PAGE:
With eCoty 2018 honours already bestowed on the all-conquering McLaren 600LT coupe, can the Spider version shine equally as bright?

In the end, it’s all about one little button. The one down between the LT’s flab-free, vice-like bucket seats; the trigger that operates the electrically powered roof mechanism, right? Nope. Well, not for me at least. For me it’s a different button.

Yes, the provision to lower the LT’s roof will tempt many. It’s obvious why Spider versions of supercars are so popular, isn’t it? It’s that ability to combine immense performance with the sun’s unfiltered rays and the rush of sweet, fresh air battering the follicles at some illicit mach number. Not to mention that the supercar – and let’s be honest here – is an unmatched ego-boosting trinket for many, and if you can be seen to the outside world more easily, then that’s mission accomplished before you’ve even left your own driveway. Supercars, as a rule, aren’t for the shy.
With it being a McLaren, the pitch is that lopping the roof off our 2018 Car of the Year is a win-win. Due to the inherent qualities of the ubiquitous MonoCell – McLaren’s carbonfibre tub – removing the panel above the occupants’ heads should have no effect on a structure that derives its strength and rigidity via its longerons and bracing elements. Except of course there is a penalty – 50kg of additional weight carried relatively high in the 600LT’s otherwise svelte structure, which jars slightly when McLaren stresses the hard-won weight reductions of the Long Tail series cars.

Still, more than anything else, dropping down once again into a 600LT – whether an al fresco one or otherwise – is an exhilarating moment, and also an affirmation that this is a very special car. It’s a curious feeling, and one that runs deeper than the LT’s eminently formidable spec sheet; an aura – a conglomeration of your eyeline outwards, the sparsity of the cabin, the swathes of no-nonsense Alcantara, the immediacy and gravelly anger of the M838 V8, the vibrancy of the controls. There have been other open-top McLarens, but they don’t connect with the soul the way the LT does. Even before I’ve pulled the right-hand paddle for first gear the 600LT just feels so right; distilled, maximum-concentrate McLaren.

McLaren 720S Spider and 600LT Spider Global Test Drive – Arizona – Jan-Feb 2019
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A confession: in ‘normal’ driving I fail to tell the difference between coupe and Spider 600LTs, although Arizona’s grid of straight roads and flat plains don’t make that task any easier. Sure, it’s been a few months since I drove the coupe, and maybe if it was more like last week it would be different, but based on a longer-term memory, no, everything is very much present and correct.

So it should be, for the Spider’s specs read exactly the same: a lightly massaged version of the familiar twin-turbo 3.8 thanks to a remap and the short-path exhaust system, meaning 441kW and 620Nm. The same forged wishbones, recalibrated dampers and suspension geometry, firmer engine mounts, lighter brakes and wheels, and quicker steering ratio; the same weight-saving measures, such as thinner glass, nets instead of door pockets and no carpeting. This all means the 600LT Spider is 100kg lighter than a 570S Spider. To maximise the difference you’ll need to order the Clubsport pack, removing 5.58kg via its ‘Senna’ seats, titanium wheel bolts and various carbon parts. Performance is also as near as makes no difference: 0-100km/h still takes 2.9sec, while by the time you’ve reached 200km/h in 8.4sec you’ll only have dropped two-tenths off the coupe. All out, and roof raised, it’ll reach 323km/h.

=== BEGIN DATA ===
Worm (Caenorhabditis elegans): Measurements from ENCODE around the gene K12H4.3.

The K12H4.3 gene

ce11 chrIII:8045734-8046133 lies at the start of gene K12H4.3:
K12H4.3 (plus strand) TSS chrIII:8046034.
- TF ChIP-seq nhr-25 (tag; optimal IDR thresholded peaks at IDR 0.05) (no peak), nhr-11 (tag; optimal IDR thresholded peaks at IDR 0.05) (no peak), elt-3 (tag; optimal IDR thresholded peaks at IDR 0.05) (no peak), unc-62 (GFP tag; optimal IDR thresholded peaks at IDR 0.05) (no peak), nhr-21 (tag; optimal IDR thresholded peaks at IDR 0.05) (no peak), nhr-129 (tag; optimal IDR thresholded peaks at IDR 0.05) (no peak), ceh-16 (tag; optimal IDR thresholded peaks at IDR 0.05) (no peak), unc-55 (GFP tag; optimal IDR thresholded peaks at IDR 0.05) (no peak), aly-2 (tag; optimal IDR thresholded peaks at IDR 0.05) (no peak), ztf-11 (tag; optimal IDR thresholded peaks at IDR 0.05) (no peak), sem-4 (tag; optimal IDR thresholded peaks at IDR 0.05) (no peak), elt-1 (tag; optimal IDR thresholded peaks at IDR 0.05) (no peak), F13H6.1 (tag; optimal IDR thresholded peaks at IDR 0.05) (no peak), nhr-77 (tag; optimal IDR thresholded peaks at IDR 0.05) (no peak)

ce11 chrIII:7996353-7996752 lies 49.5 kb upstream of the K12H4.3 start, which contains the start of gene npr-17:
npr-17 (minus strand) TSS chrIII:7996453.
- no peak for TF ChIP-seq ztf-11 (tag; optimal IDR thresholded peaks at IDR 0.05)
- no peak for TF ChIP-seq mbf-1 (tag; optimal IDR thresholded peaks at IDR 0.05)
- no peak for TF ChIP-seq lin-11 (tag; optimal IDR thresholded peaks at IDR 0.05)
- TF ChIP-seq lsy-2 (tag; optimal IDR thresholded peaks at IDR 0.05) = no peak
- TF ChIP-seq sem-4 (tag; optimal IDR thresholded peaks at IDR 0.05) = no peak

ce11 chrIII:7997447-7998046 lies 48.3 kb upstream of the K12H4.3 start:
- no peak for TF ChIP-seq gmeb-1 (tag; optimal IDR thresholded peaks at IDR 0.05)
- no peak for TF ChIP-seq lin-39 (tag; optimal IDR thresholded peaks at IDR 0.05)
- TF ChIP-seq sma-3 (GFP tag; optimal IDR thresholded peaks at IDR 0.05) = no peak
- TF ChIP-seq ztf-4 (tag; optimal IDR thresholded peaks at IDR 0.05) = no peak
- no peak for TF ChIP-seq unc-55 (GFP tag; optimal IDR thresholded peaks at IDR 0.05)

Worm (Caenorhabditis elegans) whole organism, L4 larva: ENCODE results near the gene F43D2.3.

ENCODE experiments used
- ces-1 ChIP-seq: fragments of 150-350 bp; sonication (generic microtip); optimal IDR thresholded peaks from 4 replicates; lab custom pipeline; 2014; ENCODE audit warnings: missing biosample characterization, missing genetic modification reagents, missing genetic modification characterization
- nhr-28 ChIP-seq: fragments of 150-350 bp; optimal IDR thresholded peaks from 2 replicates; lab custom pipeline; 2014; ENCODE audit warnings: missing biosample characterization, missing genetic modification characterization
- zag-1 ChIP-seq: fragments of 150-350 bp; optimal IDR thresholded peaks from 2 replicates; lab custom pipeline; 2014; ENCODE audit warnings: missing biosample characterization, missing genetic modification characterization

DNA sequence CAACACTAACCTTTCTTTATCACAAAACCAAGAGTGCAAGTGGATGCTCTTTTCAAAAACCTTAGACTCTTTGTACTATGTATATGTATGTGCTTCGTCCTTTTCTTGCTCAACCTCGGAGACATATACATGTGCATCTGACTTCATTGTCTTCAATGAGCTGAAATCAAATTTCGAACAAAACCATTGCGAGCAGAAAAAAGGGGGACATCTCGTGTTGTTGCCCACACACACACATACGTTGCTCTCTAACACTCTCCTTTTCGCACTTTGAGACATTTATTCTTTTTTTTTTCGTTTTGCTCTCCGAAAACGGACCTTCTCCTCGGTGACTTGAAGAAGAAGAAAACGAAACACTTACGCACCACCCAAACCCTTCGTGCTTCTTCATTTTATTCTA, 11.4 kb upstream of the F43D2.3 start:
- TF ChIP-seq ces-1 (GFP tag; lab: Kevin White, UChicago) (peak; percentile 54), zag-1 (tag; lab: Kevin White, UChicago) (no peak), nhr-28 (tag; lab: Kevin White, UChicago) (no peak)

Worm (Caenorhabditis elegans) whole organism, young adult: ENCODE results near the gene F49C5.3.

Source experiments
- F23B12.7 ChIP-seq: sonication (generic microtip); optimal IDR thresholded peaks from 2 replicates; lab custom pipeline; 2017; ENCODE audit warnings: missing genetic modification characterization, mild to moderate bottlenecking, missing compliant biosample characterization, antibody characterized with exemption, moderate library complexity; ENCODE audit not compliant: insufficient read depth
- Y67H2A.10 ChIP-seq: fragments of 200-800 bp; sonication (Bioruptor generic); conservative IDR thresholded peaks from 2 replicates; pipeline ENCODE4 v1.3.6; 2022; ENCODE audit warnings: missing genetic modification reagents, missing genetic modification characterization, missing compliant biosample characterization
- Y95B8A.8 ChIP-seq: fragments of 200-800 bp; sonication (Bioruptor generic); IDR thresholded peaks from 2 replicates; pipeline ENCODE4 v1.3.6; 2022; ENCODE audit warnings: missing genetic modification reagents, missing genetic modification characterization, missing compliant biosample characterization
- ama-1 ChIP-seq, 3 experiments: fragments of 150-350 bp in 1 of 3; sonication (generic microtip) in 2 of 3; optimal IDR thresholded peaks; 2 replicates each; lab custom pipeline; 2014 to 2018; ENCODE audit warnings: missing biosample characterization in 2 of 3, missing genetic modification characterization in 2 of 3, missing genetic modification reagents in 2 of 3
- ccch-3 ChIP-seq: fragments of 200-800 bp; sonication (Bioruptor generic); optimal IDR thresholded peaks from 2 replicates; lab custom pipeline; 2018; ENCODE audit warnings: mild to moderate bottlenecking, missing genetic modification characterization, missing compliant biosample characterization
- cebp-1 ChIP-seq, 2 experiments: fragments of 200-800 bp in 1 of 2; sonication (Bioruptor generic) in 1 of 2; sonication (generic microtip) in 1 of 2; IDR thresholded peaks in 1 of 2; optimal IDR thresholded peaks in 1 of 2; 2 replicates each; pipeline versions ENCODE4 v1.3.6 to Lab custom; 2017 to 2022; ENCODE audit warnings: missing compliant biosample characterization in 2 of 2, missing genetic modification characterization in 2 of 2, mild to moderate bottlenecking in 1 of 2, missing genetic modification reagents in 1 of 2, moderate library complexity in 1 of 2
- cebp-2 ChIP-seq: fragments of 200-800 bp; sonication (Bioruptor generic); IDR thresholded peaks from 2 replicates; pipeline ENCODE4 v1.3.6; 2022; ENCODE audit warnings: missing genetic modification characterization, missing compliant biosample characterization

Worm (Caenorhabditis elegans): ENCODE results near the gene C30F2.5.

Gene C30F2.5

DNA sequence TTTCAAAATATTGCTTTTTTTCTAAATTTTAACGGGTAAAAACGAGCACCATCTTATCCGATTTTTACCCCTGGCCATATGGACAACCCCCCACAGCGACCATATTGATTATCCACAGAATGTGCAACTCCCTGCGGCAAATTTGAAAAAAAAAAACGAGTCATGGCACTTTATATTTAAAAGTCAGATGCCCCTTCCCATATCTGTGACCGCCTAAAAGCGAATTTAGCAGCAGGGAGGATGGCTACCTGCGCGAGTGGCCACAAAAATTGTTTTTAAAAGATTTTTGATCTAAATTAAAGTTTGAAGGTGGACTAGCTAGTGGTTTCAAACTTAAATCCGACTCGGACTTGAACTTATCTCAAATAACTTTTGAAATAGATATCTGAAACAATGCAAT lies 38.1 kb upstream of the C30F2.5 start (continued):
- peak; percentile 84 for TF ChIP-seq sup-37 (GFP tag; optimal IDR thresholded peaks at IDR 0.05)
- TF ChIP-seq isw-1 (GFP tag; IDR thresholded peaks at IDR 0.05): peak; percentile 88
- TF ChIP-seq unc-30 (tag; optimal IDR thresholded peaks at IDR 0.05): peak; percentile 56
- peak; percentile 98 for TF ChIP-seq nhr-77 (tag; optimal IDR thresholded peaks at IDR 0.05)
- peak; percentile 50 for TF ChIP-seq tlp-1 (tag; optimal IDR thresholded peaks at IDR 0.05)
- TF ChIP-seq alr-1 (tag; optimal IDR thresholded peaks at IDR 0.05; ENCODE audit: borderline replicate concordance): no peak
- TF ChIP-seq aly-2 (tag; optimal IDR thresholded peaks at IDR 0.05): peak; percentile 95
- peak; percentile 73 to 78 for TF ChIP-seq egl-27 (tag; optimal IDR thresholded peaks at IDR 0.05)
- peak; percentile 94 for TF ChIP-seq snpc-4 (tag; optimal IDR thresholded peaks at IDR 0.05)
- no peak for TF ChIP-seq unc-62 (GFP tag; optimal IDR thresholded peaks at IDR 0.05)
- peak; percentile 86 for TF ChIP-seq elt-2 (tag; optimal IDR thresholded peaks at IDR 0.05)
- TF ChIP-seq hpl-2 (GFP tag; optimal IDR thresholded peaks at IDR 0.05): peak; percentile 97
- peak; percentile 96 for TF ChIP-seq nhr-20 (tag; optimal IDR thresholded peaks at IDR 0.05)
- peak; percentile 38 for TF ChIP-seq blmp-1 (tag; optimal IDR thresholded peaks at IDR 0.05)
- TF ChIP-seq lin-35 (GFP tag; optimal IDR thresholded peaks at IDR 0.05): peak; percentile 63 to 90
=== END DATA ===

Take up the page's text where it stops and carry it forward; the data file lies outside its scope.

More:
So everything we’ve said about the 600LT in print and online so far holds true here. It’s a car with a towering level of ultimate performance but one that involves and thrills at much more modest velocities too; a car at home on the track, but bizarrely friendly in a way that encourages you to drive more precisely, to up your game, to do justice to its inherent abilities.

The discreetly packaged roof mechanism requires 15 seconds to go from one state to the other, and can be operated at road speeds of up to 40km/h – handy if the first droplets of a rain shower have started to plop down on expensive Alcantara.

So what is this mysterious button that makes all the difference? It’s actually alongside the aforementioned one, but a press lowers the rear window independently of the roof, which essentially means your ear canals are now in very close proximity to the LT’s topside vocal chords. Even with the roof on, you still get that feeling of fresh, unconditioned air swirling around you, but with amusingly loud sonic embellishment. McLaren’s V8 has never won any awards for acoustic sophistication, and doubtless never will, but there’s just something about the yowl emitted from those blistered mouthpieces – so raw, angry, and as we discovered back in a much chillier Scotland, when repeatedly provoked is accompanied by brilliant cones of blue and orange flame. Even without them, the view aft is distorted by the heat haze of the V8 on full boost. Cool.

Would I buy the 600LT Spider? No. Because I don’t want a Long Tail for the frippery; I want it to lap Spa until I’ve exhausted the tyres, fuel and myself, and for snatched late-night drives on the North Coast 500. But then I’m the sort of weirdo who’d order a 600LT coupe without air con to hit that -100kg figure, so make of that what you will. Having said that, what my coupe really needs is a little button that drops the bulkhead rear window. How about it, MSO? Adam Towler

Engine V8, 3799cc, twin-turbo
Power 441kW @ 7500rpm
Torque 620Nm @ 5500-6500rpm
Weight (dry) 1297kg (340kW/tonne)
0-100km/h 2.9sec
Top speed 323km/h
Basic price $496,000

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